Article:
Kestra Financial grabbed a husband-wife team managing $420 million in client assets from Royal Alliance Associates as the firm added $16 million in topline revenue in a first-quarter recruiting push.
Lead advisors Sonya and Taylor Ranker of Questmont Strategic Wealth Advisors moved over to the No. 13 independent broker-dealer from the Advisor Group firm, Kestra announced this week. The Harrisburg, Pennsylvania-area practice also brings three other advisors.
The average annual production per new advisor joining Kestra through recruiting moves in the first quarter amounted to $500,000, says Dan Schwamb, senior vice president of business development. The 1,800-broker firm has brought in 183 new advisors with $5.9 billion in client assets in the past two years.
The recruiting grabs show how the private equity-backed Kestra is “very appealing to advisors in that larger independent firm setting,” says Schwamb. The Austin, Texas-based IBD pitches advisors on its consulting services around issues like benchmarks, staffing levels and marketing expenses, he says.
“The things that immediately attract them are technology, tools and resources,” Schwamb says. “As their businesses get bigger, they start running into the natural challenges of running a larger business, and we assist them with that.”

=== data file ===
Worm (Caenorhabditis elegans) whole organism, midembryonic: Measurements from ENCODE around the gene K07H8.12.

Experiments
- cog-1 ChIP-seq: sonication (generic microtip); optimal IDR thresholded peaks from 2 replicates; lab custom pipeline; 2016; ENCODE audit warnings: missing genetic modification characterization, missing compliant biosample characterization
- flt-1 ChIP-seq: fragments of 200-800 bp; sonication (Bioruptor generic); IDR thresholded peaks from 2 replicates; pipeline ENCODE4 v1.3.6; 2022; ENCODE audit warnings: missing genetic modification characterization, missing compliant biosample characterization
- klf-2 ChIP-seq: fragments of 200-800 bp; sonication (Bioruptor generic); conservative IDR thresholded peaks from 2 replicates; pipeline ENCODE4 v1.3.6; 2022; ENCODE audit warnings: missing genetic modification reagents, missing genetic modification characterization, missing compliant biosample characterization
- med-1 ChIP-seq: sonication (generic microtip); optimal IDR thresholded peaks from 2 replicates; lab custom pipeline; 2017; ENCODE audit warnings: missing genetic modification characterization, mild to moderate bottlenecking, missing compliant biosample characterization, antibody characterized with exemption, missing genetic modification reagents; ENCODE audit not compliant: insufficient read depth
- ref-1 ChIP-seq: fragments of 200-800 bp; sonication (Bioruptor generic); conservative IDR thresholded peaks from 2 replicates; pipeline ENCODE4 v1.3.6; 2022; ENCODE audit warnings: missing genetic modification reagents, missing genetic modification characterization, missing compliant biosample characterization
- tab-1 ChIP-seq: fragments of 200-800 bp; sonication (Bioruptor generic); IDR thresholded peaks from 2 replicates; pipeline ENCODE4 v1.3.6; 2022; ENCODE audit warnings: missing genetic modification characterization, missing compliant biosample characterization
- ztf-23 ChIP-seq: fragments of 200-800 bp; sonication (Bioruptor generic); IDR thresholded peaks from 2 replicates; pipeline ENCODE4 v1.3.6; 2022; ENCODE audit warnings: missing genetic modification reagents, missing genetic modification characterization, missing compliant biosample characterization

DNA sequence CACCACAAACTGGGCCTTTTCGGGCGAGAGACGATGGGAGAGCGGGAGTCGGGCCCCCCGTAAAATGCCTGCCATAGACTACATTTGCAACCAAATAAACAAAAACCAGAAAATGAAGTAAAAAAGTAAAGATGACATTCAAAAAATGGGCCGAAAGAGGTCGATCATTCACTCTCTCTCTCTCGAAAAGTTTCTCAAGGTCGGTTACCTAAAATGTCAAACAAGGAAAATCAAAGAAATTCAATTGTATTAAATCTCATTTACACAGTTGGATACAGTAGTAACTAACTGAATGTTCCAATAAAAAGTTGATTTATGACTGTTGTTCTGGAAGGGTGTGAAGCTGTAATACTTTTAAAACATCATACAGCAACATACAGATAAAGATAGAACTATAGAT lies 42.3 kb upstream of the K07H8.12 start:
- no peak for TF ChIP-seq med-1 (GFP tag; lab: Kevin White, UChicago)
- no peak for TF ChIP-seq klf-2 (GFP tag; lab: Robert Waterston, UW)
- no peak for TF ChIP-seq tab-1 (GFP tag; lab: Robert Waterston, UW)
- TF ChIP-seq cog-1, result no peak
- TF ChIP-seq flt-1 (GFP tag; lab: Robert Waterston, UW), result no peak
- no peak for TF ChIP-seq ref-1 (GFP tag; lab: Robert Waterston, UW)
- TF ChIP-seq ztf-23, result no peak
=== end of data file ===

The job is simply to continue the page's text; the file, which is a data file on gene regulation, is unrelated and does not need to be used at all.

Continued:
A spokeswoman for Advisor Group declined to comment on Questmont’s departure, noting a company policy against discussing advisors no longer affiliated with the firm. The network itself saw record recruiting in 2017, adding 614 advisors across its four IBDs, including 172 at Royal Alliance.
Prior to his five years with Royal Alliance, Taylor Ranker had spent seven years with National Planning during his 26-year financial services career, according to FINRA BrokerCheck. Sonya Ranker came to Royal Alliance in 2014, and the Camp Hill-based practice formally joined Kestra on Jan. 22.
Sonya Ranker, a Certified Divorce Financial Analyst, leads the firm’s specialty services aimed at women in transition due to the death of a spouse or a divorce. Questmont’s offerings in that area include referring clients to teams of experts, handling estate plan impacts and working on settlements.
The practice’s assets split roughly in half between brokerage and advisory. However, the team expects to focus heavily on advisory assets in the future, in part due to an upcoming acquisition, Schwamb says. Questmont’s corporate advisory assets have transferred from Pershing to Fidelity under the move.
“Our mission at Questmont is and always will be to efficiently and effectively protect and grow our clients’ wealth,” Taylor Ranker said in a statement, describing Kestra as a fit for the team’s criteria of a partner with “a client-first mentality” and technology tools to boost the practice’s business.
Kestra, which is majority-owned by Stone Point Capital, purchased the No. 44 IBD, H. Beck, in December and tapped veteran IBD executive Michelle Barry to lead the firm. Kestra remains interested in further acquisitions, Schwamb says, where there are opportunities that align with its strategies.